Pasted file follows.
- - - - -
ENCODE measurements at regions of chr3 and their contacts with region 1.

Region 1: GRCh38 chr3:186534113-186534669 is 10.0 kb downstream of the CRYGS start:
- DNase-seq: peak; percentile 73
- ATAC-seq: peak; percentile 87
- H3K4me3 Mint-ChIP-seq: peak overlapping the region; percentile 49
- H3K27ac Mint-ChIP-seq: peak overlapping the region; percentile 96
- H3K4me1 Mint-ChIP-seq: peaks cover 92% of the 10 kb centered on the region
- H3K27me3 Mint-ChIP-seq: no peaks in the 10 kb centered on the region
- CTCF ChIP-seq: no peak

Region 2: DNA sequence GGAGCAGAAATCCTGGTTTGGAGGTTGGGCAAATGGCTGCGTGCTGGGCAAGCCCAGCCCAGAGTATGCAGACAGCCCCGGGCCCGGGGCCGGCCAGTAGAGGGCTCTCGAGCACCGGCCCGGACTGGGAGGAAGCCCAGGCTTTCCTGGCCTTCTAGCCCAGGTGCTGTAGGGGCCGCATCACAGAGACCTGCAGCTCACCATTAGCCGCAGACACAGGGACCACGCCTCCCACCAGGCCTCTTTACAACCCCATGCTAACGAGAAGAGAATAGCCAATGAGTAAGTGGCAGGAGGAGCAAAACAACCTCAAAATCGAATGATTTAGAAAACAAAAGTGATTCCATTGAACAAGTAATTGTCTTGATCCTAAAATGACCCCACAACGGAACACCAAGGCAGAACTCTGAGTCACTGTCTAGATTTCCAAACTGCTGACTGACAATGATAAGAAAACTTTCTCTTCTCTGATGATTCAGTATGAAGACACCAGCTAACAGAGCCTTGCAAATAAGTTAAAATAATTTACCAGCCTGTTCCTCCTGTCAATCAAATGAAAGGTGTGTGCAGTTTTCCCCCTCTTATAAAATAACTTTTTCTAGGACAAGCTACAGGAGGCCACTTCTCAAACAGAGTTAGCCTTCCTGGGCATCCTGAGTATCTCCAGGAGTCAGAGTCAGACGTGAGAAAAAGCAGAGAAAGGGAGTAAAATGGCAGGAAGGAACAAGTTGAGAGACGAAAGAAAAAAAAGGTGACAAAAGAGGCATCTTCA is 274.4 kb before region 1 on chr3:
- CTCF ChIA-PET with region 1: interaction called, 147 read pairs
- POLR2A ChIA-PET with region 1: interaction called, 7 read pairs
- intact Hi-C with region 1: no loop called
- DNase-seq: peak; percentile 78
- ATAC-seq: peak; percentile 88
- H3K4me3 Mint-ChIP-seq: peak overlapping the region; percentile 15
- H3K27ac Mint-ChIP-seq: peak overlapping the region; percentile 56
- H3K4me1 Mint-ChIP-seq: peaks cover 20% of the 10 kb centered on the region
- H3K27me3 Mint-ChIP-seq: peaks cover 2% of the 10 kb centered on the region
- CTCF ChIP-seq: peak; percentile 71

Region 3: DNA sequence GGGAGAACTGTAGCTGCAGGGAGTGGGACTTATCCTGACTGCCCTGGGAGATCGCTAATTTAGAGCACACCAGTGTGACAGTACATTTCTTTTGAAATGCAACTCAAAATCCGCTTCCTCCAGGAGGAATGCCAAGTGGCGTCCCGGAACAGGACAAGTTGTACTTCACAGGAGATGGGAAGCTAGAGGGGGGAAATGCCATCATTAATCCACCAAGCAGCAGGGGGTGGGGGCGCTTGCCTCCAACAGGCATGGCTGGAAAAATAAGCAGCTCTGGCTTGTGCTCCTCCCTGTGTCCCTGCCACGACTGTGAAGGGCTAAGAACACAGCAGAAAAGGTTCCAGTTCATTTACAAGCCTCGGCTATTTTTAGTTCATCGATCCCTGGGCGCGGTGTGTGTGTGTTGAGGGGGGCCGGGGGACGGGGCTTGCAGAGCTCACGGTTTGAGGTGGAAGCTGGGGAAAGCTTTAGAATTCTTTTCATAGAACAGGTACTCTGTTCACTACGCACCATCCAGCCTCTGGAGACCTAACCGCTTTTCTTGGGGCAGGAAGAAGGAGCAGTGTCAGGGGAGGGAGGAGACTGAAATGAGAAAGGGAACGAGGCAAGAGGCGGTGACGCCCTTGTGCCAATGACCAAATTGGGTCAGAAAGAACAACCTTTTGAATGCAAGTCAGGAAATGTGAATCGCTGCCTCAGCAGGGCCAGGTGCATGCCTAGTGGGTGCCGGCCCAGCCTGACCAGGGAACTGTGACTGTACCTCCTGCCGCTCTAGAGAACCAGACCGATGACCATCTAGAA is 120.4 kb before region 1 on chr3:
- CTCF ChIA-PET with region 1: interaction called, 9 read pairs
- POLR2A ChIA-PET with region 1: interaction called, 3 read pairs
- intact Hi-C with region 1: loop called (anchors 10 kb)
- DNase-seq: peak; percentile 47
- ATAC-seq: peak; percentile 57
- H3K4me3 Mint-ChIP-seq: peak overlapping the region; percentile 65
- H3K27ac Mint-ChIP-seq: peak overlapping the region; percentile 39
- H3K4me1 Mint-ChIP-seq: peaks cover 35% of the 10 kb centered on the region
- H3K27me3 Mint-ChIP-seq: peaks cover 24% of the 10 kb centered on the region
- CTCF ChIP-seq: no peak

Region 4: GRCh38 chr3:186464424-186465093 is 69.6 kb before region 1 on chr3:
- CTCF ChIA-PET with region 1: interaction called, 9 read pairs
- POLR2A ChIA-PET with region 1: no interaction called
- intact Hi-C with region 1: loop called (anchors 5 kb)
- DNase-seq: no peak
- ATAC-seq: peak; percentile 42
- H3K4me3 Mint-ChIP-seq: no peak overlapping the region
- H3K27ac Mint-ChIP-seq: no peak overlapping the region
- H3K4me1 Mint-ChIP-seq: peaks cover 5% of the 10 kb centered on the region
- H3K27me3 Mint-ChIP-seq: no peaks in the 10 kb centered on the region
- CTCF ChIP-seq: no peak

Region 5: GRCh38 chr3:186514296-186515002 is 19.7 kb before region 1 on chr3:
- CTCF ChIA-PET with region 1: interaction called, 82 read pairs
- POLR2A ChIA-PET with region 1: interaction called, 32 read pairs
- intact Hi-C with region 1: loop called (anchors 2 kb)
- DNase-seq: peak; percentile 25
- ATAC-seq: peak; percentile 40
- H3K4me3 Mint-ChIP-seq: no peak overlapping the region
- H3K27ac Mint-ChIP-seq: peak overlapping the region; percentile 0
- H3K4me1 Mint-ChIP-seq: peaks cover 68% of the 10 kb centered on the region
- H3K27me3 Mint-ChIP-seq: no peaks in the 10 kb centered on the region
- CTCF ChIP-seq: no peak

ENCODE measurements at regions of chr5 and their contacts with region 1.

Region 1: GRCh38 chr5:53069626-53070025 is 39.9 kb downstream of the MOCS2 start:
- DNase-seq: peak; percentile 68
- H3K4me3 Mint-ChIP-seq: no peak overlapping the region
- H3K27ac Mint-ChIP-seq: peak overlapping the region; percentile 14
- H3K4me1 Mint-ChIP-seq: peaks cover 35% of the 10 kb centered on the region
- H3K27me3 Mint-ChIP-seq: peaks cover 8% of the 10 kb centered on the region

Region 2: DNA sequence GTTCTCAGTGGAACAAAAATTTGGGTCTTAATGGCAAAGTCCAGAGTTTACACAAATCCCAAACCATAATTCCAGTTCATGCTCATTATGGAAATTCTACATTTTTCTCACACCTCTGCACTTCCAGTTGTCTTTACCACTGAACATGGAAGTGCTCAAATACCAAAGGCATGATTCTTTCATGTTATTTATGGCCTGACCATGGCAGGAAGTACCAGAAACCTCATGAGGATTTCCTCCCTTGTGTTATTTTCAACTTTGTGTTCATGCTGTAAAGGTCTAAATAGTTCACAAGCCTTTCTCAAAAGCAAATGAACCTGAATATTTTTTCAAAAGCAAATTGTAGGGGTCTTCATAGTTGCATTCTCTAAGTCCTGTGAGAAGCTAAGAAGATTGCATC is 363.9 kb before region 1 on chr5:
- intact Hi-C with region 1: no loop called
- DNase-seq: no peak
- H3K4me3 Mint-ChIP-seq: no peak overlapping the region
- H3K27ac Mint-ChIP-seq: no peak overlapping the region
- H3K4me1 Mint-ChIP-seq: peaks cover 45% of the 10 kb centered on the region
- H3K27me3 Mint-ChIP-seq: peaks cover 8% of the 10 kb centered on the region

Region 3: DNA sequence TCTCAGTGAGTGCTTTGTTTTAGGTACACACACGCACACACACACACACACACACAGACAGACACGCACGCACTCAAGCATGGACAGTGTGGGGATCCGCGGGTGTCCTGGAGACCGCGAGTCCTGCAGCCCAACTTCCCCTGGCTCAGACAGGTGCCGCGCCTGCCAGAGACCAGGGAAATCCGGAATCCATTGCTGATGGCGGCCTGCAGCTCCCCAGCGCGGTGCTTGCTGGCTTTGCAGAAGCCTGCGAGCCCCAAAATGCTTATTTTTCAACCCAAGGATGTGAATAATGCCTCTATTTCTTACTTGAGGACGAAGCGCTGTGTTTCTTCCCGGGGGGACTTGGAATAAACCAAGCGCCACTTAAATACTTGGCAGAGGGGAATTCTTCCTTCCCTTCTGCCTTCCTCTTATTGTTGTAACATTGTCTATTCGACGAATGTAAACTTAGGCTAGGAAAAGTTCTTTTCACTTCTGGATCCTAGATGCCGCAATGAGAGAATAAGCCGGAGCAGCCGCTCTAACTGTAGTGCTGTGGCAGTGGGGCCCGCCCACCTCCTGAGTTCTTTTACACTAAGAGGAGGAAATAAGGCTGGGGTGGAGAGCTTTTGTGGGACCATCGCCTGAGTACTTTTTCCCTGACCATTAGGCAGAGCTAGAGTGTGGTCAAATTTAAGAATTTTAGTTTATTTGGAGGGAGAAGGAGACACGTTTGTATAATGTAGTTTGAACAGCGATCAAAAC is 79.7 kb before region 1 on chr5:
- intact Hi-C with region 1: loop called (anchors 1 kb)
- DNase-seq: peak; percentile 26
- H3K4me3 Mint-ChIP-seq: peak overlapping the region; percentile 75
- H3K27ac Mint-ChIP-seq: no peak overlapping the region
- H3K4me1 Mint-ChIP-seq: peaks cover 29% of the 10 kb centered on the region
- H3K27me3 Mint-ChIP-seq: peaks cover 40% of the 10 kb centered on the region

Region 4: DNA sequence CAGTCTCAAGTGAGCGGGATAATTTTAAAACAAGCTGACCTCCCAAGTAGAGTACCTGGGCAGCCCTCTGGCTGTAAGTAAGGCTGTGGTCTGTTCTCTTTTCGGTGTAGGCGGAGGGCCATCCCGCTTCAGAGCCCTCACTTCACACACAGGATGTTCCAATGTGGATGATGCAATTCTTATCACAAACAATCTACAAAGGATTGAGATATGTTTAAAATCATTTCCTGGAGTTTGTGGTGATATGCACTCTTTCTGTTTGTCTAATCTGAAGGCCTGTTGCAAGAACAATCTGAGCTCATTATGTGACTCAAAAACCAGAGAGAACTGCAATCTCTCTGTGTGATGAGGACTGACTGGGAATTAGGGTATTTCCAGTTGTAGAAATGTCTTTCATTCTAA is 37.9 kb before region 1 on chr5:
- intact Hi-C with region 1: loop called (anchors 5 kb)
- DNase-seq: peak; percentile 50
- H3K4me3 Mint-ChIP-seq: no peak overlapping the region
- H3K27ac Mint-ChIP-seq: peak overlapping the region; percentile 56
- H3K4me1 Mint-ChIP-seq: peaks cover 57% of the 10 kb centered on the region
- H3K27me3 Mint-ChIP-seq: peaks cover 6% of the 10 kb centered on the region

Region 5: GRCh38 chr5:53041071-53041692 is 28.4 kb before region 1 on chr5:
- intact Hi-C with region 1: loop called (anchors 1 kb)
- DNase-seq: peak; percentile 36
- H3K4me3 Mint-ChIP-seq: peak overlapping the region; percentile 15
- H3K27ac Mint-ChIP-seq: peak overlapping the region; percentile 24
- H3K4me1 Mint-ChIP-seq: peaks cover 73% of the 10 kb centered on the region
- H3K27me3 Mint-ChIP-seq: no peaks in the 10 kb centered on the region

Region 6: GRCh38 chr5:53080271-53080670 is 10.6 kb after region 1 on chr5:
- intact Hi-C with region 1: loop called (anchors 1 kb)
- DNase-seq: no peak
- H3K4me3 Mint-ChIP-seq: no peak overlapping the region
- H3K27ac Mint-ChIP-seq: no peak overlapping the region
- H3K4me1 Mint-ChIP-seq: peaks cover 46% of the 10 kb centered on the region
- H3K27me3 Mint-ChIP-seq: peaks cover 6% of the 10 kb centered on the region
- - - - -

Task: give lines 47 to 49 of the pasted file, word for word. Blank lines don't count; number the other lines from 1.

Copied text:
- DNase-seq: peak; percentile 25
- ATAC-seq: peak; percentile 40
- H3K4me3 Mint-ChIP-seq: no peak overlapping the region